With text messages, however, the problem is almost trivial. The moment a person hits ‘send’ they produce the digital paper-trail that evidences that the written document is the product of collaboration.

If one is willing to accept automatic signatures as valid signatures, it’s hard to see how this is any different. In both cases, the act of hitting send accomplishes the same end. There is the same degree of deliberation. When an attorney hit send on a settlement offer he regretted, the court had this comforting words to say ” “if an attorney hits ‘send’ with the intent of relaying a settlement offer or acceptance, and their email account is identified in some way as their own, then it is unnecessary for them to type their own signature.” Philadelphia Ins. Indem. Co. v. Kendall, 197 A.D.3d 75, 78, 151 N.Y.S.3d 392 (2021))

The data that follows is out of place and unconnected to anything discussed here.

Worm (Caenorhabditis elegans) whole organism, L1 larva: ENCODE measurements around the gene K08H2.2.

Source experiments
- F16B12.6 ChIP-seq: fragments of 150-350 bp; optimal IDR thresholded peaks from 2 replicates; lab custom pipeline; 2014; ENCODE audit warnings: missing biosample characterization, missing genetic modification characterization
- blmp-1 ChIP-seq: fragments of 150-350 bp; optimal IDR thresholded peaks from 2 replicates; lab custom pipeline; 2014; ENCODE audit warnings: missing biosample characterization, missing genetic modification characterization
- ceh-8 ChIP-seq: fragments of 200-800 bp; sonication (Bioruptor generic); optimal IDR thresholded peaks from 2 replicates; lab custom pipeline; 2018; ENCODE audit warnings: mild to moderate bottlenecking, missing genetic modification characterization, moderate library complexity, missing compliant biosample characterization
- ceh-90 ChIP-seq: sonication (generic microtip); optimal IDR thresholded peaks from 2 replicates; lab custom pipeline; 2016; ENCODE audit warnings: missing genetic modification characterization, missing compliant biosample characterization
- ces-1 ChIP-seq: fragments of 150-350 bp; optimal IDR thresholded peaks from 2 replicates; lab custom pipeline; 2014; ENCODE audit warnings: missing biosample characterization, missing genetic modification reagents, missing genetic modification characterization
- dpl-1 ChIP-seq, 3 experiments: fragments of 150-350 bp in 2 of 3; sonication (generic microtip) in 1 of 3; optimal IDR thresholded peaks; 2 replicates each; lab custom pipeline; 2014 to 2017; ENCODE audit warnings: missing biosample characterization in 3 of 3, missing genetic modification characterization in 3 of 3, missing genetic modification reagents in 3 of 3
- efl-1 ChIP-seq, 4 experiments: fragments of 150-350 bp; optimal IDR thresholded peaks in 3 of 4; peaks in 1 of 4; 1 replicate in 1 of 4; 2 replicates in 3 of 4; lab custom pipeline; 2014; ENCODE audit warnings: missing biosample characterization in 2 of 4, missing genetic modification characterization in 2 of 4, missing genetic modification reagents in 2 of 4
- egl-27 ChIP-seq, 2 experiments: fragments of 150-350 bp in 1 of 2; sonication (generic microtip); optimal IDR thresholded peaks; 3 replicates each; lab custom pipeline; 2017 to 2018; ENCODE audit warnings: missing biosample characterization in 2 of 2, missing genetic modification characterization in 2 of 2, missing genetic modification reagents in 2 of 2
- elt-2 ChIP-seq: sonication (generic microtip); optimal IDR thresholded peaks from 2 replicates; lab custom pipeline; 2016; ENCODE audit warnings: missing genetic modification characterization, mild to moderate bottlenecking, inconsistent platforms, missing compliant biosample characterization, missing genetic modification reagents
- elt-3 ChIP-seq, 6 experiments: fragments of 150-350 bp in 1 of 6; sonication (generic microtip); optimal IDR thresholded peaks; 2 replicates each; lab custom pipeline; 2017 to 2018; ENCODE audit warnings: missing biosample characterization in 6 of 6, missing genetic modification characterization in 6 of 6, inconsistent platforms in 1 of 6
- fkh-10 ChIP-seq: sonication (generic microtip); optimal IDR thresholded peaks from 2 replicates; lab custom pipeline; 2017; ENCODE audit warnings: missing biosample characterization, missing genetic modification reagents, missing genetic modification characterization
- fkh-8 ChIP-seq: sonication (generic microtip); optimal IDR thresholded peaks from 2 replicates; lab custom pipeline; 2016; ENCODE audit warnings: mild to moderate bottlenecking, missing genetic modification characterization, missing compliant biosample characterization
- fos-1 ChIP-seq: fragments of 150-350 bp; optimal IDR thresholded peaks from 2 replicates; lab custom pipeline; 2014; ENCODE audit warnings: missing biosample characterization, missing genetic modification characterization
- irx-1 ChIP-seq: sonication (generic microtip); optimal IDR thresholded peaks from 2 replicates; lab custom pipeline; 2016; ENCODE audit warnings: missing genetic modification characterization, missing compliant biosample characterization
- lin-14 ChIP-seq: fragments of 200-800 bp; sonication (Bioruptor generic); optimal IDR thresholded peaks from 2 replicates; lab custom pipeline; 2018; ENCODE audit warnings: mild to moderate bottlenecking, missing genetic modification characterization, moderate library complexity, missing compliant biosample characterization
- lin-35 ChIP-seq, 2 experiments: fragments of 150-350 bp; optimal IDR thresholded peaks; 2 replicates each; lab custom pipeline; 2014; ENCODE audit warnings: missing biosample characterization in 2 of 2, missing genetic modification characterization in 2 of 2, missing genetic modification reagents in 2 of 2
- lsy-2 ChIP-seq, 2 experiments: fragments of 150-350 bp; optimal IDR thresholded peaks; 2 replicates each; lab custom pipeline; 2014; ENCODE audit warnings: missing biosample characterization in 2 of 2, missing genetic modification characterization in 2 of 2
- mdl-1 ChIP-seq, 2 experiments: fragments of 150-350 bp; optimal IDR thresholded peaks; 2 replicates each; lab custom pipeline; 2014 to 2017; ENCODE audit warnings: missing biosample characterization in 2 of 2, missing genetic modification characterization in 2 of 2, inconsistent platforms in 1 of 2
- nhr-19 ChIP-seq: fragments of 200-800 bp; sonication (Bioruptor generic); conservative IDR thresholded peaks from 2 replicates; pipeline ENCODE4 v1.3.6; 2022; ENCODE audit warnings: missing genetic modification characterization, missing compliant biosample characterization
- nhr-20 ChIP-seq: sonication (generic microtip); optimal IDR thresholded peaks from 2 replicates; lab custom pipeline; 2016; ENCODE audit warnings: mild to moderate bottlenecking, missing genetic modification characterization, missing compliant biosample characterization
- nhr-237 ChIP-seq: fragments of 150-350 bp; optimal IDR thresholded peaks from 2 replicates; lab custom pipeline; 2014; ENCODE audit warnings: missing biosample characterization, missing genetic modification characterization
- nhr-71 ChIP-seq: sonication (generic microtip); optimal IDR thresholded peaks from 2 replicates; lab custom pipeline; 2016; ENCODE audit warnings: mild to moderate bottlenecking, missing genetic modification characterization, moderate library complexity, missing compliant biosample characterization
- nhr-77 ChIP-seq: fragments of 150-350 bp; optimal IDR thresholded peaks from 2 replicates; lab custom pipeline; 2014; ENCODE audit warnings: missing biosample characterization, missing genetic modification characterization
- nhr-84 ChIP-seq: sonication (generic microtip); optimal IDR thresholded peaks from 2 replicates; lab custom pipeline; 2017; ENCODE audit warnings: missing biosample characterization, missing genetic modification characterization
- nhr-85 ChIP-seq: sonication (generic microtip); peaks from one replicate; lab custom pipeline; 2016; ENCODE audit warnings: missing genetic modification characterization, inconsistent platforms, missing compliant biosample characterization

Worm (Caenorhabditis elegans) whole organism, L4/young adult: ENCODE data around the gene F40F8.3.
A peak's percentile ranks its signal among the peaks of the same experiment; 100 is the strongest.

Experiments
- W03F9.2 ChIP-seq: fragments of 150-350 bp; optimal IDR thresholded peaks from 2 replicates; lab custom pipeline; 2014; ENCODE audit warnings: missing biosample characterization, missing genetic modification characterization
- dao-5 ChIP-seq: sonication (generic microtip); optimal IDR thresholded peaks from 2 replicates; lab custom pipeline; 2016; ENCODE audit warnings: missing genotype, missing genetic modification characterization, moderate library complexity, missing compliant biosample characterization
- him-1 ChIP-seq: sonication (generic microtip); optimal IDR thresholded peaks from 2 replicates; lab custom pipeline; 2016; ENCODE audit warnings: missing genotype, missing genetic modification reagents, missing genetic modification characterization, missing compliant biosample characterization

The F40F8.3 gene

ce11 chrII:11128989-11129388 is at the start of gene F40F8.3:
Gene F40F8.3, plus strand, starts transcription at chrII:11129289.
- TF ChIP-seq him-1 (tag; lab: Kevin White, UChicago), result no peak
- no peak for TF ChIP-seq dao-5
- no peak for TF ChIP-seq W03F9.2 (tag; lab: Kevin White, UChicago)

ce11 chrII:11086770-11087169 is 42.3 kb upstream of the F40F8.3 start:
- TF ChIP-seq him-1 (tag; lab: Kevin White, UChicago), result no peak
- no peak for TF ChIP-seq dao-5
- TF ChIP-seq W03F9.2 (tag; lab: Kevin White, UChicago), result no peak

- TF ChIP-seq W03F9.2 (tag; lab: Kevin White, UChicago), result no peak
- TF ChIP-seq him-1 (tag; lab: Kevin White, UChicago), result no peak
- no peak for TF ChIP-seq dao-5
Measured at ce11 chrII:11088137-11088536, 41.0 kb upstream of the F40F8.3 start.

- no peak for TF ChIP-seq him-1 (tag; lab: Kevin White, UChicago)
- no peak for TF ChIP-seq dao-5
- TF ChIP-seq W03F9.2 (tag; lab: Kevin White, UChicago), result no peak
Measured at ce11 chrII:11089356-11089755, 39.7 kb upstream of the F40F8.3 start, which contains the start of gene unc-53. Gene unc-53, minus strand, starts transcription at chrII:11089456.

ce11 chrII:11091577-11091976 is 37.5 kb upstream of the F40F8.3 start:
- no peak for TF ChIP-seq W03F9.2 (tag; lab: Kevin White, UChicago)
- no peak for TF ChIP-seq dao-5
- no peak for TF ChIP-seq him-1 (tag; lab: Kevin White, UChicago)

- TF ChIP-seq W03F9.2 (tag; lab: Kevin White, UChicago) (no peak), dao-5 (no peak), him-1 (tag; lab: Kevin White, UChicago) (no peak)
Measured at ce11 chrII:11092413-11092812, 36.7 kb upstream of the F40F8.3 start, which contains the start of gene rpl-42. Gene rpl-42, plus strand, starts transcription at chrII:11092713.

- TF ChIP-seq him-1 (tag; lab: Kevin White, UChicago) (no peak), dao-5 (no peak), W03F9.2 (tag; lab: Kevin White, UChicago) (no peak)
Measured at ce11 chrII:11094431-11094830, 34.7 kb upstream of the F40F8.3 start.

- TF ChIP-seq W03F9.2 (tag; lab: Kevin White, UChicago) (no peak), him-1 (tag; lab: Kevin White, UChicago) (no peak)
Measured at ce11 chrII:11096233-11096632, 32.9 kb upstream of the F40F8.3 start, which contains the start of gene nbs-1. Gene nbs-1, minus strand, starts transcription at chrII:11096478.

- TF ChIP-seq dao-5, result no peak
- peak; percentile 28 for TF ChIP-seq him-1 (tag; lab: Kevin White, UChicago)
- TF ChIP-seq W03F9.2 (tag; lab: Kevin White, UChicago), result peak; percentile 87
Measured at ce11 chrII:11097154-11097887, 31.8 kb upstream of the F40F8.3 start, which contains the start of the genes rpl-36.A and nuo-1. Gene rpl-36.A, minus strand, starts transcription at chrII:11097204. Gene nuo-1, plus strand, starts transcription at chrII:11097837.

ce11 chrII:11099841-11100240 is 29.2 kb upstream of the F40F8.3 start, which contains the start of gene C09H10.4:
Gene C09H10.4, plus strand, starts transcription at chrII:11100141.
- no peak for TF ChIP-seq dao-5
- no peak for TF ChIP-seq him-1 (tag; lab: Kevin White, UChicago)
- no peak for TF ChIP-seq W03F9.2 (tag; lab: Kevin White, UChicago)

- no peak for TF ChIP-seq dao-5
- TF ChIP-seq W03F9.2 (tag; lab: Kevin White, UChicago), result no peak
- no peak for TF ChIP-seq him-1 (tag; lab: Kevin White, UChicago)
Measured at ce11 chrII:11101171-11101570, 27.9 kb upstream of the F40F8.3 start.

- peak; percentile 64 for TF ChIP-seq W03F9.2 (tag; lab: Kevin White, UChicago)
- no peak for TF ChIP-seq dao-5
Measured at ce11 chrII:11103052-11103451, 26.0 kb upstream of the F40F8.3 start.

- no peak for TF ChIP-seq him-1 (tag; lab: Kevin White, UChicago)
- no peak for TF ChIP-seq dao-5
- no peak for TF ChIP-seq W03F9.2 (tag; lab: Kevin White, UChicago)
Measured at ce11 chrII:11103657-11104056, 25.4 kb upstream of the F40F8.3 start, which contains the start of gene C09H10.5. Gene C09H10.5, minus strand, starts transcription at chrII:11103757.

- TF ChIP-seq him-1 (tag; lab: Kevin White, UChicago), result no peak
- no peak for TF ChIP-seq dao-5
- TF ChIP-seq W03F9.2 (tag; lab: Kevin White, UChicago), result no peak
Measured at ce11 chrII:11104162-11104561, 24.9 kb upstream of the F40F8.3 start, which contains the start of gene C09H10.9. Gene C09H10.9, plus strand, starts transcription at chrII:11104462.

A final note on the Fullerian perspective noted about. At this point in our acculturation to the digital age, hitting send on a text message is not qualitatively different than signing a document (aside from the novelty of the latter). Whatever the cautionary elements of signatures were, they seem easily replaced by the ‘send’ button.

So, overall, requiring signatures on text messages is the wrong approach. Of course, we should be worried about the intent to create a contract that is communicated via text. But this is a separate concern from the requirements of the Statute of Frauds. The SoF is very powerful–it allows parties to escape valid Ks on a technicality. We shouldn’t require parties to sign text message lest they will find themselves without recourse.